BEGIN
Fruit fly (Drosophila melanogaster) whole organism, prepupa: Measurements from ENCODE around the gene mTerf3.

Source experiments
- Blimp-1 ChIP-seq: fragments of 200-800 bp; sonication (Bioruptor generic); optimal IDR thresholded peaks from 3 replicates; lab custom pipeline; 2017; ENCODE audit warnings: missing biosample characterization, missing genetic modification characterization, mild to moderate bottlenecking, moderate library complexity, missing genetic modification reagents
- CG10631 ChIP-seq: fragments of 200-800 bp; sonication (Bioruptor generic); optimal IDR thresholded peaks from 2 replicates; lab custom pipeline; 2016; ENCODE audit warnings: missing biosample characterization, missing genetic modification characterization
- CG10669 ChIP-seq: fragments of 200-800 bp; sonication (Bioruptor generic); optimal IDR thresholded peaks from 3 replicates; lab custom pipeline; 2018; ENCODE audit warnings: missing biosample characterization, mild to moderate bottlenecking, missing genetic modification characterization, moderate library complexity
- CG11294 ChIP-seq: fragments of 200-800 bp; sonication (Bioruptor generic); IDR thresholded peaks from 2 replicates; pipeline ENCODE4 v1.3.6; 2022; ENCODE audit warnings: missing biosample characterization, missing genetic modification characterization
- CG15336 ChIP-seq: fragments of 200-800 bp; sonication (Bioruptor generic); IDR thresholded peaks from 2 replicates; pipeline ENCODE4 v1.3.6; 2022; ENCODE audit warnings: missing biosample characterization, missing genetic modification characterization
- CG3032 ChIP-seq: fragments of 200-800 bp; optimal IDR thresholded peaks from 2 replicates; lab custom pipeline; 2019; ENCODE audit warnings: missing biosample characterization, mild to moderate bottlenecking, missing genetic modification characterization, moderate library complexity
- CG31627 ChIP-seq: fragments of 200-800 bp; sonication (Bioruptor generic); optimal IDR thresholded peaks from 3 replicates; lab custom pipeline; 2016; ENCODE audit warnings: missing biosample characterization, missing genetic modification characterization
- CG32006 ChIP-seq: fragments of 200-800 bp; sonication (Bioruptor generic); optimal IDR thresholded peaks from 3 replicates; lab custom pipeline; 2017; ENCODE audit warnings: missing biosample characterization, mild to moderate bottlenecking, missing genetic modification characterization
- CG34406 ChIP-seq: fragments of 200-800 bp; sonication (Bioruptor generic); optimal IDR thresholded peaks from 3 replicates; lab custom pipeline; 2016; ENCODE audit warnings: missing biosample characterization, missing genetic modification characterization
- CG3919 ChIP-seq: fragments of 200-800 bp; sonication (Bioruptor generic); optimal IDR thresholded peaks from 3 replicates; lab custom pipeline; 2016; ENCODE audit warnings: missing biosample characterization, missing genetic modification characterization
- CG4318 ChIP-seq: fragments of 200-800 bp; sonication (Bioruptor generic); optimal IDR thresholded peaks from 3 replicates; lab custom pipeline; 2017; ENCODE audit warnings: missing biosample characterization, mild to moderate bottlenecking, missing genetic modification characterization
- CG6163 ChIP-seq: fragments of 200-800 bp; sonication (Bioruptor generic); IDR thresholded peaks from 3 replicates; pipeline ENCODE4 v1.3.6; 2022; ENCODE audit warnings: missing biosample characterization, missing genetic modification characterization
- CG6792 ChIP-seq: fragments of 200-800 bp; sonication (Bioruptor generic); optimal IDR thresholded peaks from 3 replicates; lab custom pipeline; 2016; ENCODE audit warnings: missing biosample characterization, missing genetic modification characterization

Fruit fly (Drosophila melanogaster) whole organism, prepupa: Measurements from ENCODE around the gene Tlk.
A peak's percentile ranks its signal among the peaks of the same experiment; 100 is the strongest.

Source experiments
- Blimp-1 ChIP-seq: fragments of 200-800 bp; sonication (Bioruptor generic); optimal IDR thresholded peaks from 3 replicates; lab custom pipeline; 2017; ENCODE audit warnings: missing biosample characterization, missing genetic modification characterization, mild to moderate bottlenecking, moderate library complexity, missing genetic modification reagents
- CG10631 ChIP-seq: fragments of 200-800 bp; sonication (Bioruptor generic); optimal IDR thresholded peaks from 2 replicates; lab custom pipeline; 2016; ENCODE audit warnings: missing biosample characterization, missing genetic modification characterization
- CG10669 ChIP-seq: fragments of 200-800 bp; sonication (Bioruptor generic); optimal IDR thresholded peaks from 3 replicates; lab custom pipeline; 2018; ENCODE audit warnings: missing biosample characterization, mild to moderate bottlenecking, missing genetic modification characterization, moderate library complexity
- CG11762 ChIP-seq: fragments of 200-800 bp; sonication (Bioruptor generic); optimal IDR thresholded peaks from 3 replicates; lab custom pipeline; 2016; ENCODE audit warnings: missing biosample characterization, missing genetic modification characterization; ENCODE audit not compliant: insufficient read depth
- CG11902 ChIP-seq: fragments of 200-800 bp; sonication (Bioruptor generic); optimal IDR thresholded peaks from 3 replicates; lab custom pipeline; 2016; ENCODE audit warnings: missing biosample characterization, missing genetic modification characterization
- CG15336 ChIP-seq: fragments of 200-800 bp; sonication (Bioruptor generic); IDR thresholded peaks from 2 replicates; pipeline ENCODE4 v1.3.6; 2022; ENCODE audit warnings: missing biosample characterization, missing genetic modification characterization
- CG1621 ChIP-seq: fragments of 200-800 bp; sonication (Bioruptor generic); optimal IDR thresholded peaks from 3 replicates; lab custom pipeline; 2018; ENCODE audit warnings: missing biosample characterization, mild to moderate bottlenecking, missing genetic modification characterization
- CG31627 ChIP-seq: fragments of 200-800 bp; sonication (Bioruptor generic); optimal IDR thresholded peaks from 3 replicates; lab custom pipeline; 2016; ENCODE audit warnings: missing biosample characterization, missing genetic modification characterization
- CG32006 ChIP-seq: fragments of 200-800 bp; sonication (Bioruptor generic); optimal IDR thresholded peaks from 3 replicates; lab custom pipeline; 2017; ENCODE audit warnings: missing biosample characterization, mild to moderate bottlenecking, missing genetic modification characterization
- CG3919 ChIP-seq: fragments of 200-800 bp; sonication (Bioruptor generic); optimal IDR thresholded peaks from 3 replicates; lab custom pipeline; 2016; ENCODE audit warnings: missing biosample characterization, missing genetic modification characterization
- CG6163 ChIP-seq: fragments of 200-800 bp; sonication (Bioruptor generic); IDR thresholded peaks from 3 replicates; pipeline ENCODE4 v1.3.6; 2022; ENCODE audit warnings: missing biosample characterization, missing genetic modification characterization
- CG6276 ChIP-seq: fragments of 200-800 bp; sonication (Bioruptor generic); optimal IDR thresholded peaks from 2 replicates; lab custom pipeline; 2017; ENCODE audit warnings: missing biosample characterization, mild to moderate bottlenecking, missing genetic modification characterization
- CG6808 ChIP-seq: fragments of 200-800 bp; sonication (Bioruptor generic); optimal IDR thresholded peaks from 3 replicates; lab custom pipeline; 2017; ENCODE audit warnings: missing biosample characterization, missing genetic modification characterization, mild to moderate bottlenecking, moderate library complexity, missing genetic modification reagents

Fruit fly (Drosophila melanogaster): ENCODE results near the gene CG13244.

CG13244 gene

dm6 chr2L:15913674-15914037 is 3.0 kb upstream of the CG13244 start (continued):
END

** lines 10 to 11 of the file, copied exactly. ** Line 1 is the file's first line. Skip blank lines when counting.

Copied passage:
- CG32006 ChIP-seq: fragments of 200-800 bp; sonication (Bioruptor generic); optimal IDR thresholded peaks from 3 replicates; lab custom pipeline; 2017; ENCODE audit warnings: missing biosample characterization, mild to moderate bottlenecking, missing genetic modification characterization
- CG34406 ChIP-seq: fragments of 200-800 bp; sonication (Bioruptor generic); optimal IDR thresholded peaks from 3 replicates; lab custom pipeline; 2016; ENCODE audit warnings: missing biosample characterization, missing genetic modification characterization